Tea tree oil has long been touted as a cure for all kinds of skin ailments. If you are a fan of all things natural, you might be especially familiar with this particular essential oil. In this article, we will explain what tea tree oil is, how it is produced, and how it works on the skin. We will examine the evidence and help you decide for yourself if tea tree oil is the acne solution you need.
We’ll list all of the tea tree oil benefits for skin, along with its potential side effects, so you know how to use it safely. We’ll explain the difference between tea tree oil and green tea extract, and finish off with some suggestions for how to use tea tree oil at home with some DIY recipes.
In this article:
- What Is Tea Tree Oil?
- Tea Tree Oil Skin Benefits
- Side Effects of Tea Tree Oil Skin Products
- Tea Tree Oil vs. Green Tea Extract
- How to Use Tea Tree Oil for Acne
What Is Tea Tree Oil?
Tea tree oil is a type of essential oil, meaning that it is a thin liquid comprised primarily of fragrance compounds. Tea tree oil comes from the leaves of the melaleuca alternifolia tree, which is native to Australia.
The leaves undergo a steam distillation process that separates the fragrance compounds, to create the powerful essential oil. This essential oil has medicinal, camphoraceous odor that can be instantly recognized.
Tea tree oil was first commercialized in the 1920s after an Australian named Arthur Penfold decided to investigate various aboriginal remedies. The Australian aboriginals used a paste made of the leaves as an ointment to apply to wounds, and also gargled a tea made of tea tree leaves in order to alleviate throat ailments.
These days, this essential oil is frequently used in skin care since it is reputed to seriously help with acne as well as other skin issues. This is likely because of the particular aromatic compounds found in tea tree oil.
Tea tree oil is primarily comprised of terpinen-4-ol, γ-terpinene, and α-terpinene. These fragrance compounds are known to have antibacterial and anti-fungal effects, which explain why tea tree oil seems to clear up acne so well.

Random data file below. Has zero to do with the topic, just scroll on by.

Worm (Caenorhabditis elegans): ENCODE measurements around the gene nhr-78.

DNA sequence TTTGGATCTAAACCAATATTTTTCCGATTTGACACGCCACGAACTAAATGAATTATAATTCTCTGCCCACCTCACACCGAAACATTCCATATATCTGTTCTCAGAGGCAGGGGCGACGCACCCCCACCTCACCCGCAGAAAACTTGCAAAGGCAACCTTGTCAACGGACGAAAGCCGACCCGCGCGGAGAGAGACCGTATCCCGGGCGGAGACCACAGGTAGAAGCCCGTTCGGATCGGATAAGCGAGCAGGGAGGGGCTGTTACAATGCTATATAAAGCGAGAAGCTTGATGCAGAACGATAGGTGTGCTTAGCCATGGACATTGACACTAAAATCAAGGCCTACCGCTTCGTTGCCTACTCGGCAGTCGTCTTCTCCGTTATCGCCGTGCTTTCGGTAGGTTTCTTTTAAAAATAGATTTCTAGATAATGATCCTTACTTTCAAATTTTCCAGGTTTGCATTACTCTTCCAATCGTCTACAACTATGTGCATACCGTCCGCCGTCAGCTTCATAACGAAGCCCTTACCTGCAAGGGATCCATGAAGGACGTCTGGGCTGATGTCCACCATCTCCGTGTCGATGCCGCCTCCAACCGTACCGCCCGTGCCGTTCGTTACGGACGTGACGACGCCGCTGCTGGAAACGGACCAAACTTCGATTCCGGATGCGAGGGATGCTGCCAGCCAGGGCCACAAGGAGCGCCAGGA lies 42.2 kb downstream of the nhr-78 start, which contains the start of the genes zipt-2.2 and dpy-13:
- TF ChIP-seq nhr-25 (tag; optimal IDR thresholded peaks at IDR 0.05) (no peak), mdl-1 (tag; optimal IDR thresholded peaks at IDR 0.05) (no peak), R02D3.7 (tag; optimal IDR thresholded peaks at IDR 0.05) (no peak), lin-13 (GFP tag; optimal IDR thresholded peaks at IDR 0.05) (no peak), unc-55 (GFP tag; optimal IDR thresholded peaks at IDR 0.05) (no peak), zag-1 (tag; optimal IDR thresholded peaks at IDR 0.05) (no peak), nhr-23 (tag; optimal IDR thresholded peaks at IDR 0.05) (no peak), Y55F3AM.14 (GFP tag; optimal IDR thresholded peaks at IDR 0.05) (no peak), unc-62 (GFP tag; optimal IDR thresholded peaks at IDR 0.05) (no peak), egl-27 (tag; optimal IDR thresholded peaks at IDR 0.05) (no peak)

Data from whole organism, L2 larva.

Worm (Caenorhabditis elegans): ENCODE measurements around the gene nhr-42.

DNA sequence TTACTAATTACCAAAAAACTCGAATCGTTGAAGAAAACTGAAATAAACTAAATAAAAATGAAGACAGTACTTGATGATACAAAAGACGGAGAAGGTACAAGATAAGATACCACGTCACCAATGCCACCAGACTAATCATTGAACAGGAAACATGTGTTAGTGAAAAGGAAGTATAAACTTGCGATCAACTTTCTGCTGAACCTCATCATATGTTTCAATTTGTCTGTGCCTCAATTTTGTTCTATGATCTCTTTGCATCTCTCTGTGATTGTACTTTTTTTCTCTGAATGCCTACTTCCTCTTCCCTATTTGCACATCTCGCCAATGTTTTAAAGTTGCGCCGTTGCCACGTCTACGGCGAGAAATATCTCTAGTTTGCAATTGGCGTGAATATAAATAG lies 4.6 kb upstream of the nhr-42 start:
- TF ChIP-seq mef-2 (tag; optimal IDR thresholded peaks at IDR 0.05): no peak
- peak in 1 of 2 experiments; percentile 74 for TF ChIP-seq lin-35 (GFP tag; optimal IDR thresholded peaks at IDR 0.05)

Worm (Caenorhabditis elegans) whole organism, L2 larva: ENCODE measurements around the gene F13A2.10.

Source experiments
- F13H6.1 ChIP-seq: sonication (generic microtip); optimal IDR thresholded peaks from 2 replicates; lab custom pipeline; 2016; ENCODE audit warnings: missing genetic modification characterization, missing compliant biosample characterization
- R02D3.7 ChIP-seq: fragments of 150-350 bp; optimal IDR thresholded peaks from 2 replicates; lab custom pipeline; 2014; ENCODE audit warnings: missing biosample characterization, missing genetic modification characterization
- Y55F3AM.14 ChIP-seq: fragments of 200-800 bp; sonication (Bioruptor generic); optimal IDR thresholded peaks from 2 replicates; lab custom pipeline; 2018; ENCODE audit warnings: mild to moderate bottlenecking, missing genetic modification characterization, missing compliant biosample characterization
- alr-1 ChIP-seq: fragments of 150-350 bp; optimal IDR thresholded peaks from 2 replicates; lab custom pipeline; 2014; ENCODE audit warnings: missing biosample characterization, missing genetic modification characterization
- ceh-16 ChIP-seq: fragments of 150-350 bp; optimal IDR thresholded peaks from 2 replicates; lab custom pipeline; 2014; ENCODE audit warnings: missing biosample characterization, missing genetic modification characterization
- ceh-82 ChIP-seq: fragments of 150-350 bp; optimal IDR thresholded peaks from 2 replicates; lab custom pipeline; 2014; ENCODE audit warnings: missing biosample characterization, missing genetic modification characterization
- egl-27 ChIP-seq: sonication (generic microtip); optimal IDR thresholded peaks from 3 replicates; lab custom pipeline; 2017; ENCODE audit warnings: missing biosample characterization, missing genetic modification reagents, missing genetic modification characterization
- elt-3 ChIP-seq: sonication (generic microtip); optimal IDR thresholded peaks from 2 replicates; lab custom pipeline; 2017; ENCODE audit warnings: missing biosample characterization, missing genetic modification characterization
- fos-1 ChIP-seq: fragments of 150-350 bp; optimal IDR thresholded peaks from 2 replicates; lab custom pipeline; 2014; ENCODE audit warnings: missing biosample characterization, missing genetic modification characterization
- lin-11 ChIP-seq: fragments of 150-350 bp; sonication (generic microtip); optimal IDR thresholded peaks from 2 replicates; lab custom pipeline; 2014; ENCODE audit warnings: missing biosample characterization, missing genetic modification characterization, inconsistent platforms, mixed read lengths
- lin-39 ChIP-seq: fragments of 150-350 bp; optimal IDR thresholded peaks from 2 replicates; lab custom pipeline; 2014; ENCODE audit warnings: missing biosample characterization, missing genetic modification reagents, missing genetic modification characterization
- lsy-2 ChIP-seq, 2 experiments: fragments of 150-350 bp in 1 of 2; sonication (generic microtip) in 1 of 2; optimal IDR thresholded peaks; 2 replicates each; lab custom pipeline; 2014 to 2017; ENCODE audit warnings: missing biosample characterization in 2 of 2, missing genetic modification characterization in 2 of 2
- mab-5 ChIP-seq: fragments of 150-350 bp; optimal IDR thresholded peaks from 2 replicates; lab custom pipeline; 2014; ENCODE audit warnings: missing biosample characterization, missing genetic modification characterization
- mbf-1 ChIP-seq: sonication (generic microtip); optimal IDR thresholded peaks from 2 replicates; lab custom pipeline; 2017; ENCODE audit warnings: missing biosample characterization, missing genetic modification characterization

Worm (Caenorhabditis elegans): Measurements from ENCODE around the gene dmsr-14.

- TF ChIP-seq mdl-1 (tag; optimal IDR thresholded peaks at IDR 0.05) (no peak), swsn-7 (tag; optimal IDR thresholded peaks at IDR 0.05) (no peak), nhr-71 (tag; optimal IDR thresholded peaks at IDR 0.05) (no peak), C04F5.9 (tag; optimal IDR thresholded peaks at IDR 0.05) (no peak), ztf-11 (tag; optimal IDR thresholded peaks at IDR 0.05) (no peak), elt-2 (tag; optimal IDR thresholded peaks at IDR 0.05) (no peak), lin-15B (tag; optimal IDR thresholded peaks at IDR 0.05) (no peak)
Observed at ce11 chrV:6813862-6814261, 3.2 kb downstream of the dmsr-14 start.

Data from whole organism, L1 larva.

The evidence that tea tree oil helps with acne because of its antibacterial properties are largely anecdotal, since there is very limited research. Because of this I hesitate to see that tea tree oil is antibacterial, but I can certainly say that if you prefer using natural products or if other topical acne medications haven’t helped your skin, you can certainly give tea tree oil products a try to see if it’ll help. You can also use it in conjunction with other acne fighters like benzoyl peroxide or salicylic acid.
Tea Tree Oil Skin Benefits
- First and foremost, tea tree oil is known as an acne-fighter. Research is limited, but there is evidence that a 5% solution of tea tree oil can work just as well at reducing breakouts as 5% benzoyl peroxide. This is because of the unique fragrance compounds that are found in this essential oil.
- Tea tree oil is also said to help with fungal infections, including athlete’s foot, malassezia, and dandruff. While this has not been conclusively proven, and does not make it a good replacement for anti-fungal medications, you can still add a bit to your creams or shampoo for some extra help.
- Some people find that diluted tea tree oil also helps alleviate redness, itchiness, and irritation associated with sensitivities or rashes, especially when it is combined with other skin-soothing ingredients like aloe vera or allantoin. There is some limited research that supports the suggestion that tea tree oil has anti-inflammatory capabilities.
Side Effects of Tea Tree Oil Skin Products